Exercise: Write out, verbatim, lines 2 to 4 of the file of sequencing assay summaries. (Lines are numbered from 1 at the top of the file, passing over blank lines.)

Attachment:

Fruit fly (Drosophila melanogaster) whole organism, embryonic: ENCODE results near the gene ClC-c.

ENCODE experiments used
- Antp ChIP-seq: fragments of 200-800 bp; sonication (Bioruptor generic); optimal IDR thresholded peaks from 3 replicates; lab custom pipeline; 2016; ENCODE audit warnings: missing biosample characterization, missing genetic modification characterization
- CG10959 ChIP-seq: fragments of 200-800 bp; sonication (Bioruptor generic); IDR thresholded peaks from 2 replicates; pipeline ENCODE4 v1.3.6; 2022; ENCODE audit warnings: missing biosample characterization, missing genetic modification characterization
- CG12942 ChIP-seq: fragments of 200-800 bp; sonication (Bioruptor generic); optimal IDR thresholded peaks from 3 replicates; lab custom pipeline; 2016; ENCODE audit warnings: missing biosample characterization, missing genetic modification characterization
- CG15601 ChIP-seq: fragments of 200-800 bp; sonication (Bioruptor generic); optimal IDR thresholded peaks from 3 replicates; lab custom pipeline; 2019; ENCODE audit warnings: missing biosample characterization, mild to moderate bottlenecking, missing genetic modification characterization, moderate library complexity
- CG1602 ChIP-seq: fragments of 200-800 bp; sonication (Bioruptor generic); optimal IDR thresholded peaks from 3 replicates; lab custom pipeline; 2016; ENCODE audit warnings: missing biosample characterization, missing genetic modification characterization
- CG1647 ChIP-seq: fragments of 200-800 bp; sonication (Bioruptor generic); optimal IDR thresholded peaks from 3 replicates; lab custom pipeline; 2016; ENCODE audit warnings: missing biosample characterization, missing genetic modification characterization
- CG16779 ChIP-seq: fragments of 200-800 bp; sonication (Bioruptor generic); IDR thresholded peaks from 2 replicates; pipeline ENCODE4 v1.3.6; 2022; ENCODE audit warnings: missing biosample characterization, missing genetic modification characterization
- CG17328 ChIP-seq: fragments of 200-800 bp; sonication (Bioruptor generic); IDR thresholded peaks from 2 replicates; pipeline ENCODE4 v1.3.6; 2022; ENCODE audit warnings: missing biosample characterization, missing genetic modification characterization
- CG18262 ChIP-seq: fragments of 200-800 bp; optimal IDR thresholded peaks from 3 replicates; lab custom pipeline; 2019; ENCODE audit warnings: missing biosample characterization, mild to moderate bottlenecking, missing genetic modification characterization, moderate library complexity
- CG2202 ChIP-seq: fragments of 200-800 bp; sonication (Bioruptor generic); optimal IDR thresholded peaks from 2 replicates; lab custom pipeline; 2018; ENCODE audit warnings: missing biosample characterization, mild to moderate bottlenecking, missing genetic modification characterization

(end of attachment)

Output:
ENCODE experiments used
- Antp ChIP-seq: fragments of 200-800 bp; sonication (Bioruptor generic); optimal IDR thresholded peaks from 3 replicates; lab custom pipeline; 2016; ENCODE audit warnings: missing biosample characterization, missing genetic modification characterization
- CG10959 ChIP-seq: fragments of 200-800 bp; sonication (Bioruptor generic); IDR thresholded peaks from 2 replicates; pipeline ENCODE4 v1.3.6; 2022; ENCODE audit warnings: missing biosample characterization, missing genetic modification characterization